What Is Decovil? (+ Purse Tutorial!)
Posted in Product Reviews on Sunday the 14th October 2018 by Vicki Ormerod
Now I love a big of bag making….and I am no stranger to many types of mega-interfacing that gives structure and stability to those types of projects that need to be flexible and durable. What I hadn’t heard of though was Decovil
therefore many thanks to Minerva Crafts I got to test it out!Decovil is made by Vilene and comes in a light weight option
or a ‘leather like
’ version. The product is described as tear resistant, resilient, resistant to bending and fraying but still easy to cut and shape. Intriguing… When it comes to bags and purses, ‘leather like’ is the ideal texture so let’s give it a whirl. You can see here in the picture that it has a grainy texture and is folded like cardboard however in reality it is incredibly flexible. One side is rough and the other has a slight sheen of adhesive used to bind to your fabric.
I’m going to do a quick tutorial here on making a zip purse – an oldie but a goodie as they say. Also, an excellent project if you are a beginner to sewing. Lots of straight edges!Firstly, the ingredients. You’ll need some outer fabric, lining, fabric, Decovil interfacing and a zip (together with the usual scissors, pins and thread). You will see here that I used some excellent soft Canvas Fabric
, also available from Minerva, which was left over from a previous tote bag project.
My pieces here are 15cm x 22cm for the outer fabric, lining and Decovil interfacing. I’ve also cut some small rectangles which will be used to bind the zip for a clean finish. Happily, the dinosaur fit nicely into the frame!
Firstly, place the Decovil, adhesive side down onto the wrong side of the main fabric. Holding the iron and pressing down onto the back of the Decovil for approx. 10 sections at a time, move along the fabric in sections so it is all stuck down. Leave about 30 seconds to cool and voila! The Decovil stuck REALLY well – in fact the fabric and Decovil became one and it really was like the fabric had been made into a leather-like piece. Its bends nicely but it really did turn thick and sturdy.
On to the zip – take those little rectangles and fold the ends into the centre and fold again. These get placed over the top of the zip ends.
In order to get really close to the zip stoppers, open the zip a little so that you can sew a line straight across the tab as close as possible to the stoppers. Trim any excess from the sides so the tabs are the same width as the zip.
To the bag making! Flip that zip and place the top edge along the top right had side of the main fabric piece. You will see I have left a small seam allowance on either side of the zip tabs so ensure you have enough room either end to sew up your purse in the later stages.
At this point you can baste the zip down to keep it sturdy or move straight to the next step, which is to place the lining fabric, right sides facing, on top. This creates a little zip sandwich.
Use pins, or much better for bag making, binder clips, to attach all 3 layers together and sew straight across that top edge with a zip foot. I find the width of my zip foot is a good guide for how far away to stitch from the zip teeth.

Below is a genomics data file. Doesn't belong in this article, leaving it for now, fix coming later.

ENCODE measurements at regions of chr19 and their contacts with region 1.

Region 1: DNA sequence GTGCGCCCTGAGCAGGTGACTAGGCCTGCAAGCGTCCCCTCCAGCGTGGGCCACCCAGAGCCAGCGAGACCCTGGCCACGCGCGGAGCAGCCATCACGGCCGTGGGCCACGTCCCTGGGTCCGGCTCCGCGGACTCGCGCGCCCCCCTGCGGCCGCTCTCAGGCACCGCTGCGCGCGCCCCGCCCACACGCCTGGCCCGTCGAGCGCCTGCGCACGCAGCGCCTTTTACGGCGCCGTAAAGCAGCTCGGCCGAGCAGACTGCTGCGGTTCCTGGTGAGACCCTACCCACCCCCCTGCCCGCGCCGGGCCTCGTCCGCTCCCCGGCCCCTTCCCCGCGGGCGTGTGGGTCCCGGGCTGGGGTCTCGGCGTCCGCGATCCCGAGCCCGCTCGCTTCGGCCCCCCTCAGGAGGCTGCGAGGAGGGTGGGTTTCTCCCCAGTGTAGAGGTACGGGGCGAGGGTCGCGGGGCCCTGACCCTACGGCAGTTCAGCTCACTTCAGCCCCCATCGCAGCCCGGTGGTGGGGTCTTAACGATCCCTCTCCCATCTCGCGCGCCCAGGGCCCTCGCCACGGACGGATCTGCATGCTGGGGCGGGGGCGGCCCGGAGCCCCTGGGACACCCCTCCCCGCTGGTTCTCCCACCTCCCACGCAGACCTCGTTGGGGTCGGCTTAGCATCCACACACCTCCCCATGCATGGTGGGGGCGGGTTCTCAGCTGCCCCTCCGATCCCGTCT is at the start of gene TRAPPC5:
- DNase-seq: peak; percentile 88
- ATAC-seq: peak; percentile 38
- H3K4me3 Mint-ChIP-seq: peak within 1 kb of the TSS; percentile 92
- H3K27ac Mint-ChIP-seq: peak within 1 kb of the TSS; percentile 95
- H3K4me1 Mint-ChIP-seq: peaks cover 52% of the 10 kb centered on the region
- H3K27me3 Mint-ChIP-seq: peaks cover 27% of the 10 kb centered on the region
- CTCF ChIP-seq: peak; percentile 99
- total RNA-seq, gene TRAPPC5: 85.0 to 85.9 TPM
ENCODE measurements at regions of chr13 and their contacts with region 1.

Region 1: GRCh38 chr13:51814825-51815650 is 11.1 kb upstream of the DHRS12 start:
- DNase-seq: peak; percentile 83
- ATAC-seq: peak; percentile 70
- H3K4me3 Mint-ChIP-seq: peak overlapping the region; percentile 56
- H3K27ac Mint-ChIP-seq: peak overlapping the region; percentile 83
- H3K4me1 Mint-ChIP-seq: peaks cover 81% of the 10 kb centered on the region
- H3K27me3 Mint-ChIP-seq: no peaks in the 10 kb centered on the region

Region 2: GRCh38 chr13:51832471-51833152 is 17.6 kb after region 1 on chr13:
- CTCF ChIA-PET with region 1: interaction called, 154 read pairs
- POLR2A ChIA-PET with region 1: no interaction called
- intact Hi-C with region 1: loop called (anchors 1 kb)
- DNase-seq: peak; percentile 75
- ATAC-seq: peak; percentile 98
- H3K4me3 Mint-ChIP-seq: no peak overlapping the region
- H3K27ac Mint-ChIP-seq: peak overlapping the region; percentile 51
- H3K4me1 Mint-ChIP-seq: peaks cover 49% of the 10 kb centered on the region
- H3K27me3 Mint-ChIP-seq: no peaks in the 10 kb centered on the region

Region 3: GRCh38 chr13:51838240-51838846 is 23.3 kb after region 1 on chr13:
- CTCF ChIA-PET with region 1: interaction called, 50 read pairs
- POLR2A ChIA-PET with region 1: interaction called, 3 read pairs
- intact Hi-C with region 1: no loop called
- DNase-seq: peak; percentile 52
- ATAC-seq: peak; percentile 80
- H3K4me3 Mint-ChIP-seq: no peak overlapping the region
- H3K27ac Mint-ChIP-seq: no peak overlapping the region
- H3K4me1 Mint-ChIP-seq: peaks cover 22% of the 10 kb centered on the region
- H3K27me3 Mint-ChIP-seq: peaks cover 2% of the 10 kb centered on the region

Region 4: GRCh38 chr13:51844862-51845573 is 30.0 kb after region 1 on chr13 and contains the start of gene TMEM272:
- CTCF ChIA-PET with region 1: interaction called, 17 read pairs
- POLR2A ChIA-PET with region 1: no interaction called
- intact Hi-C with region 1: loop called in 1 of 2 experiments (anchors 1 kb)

Flip your lining and outer fabric outwards so that it starts to look like a side panel. You can see here that although the Decovil was easy to sew, it really started giving some thickness when seams were created. At this stage you could topstitch the lining and main fabric down to squash those layers together. I chose not to as I was experimenting to see how all the Decovil bulk would look at the end. As it turns out, a strong press with the iron sorts it out no problem!
Repeat the above steps for the other side of the purse.
You should now have all your pieces assembled!
At this point. Open the zip! Trust me your future self will thank you.The next step is to flip the layers again so that the lining pieces face each other, and the main fabric pieces face each other. Pin or clip all away around the edge, leaving a gap in the lining for turning. Here I am going to sew all the way around, leaving a gap between the two pink clips on the right-hand side.
When you sew around the purse, make sure that the main fabric (Decovil pieces) have the seams at the zip, pointing towards the lining side. This allows the zipper tab to bump upwards towards the outer part of the purse as below.
Once you’ve gone around the edges, trim the seams back to reduce the bulk again. That Decovil really does get thick!
Now for the weird bit. Get your hand right up into that lining opening and pull all the layers through so that the right sides are now visible. This is where leaving the zip open comes into play as the whole thing has to pass through that gap. With the sturdy Decovil this was difficult! It has essentially set like rock, which is amazing, but a bit awkward to handle on this step.
This is where the Decovil was fabulous as even though I had man-handled and wrestled that stuff through the lining gap, it sprung right back into shape afterwards without having been damaged or ripped or stretched. Amazing!
After popping out all the corners as best you can (use a ruler or knitting needle for good corners), pull the lining out and stitch up that gap. You can hand sew for an invisible finish, or just whizz a line across it on the sewing machine. Push the lining back into the purse and you’re all done!!
Now not to disappoint, of course I added a little tortoise to mine. You can find all sorts of fun things to put on zips, this is my preference!
I found the Decovil to be excellent and I would certainly buy and use it again. The purse has some serious structure to it, and had I made something with a flat bottom, it would easily stand-up on its own, unsupported and without sagging. The purse is rigid, but flexible enough to use well – ‘leather like’ is a very accurate description! Impressed.
Thanks for reading,